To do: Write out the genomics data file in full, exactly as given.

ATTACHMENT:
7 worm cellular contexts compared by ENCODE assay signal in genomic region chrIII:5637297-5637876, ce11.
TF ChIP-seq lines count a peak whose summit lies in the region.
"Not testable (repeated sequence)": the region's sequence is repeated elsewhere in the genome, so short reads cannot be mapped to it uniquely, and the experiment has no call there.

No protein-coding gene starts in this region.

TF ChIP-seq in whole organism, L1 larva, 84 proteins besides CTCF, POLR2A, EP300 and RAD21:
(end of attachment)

7 worm cellular contexts compared by ENCODE assay signal in genomic region chrIII:5637297-5637876, ce11.
TF ChIP-seq lines count a peak whose summit lies in the region.
"Not testable (repeated sequence)": the region's sequence is repeated elsewhere in the genome, so short reads cannot be mapped to it uniquely, and the experiment has no call there.

No protein-coding gene starts in this region.

TF ChIP-seq in whole organism, L1 larva, 84 proteins besides CTCF, POLR2A, EP300 and RAD21: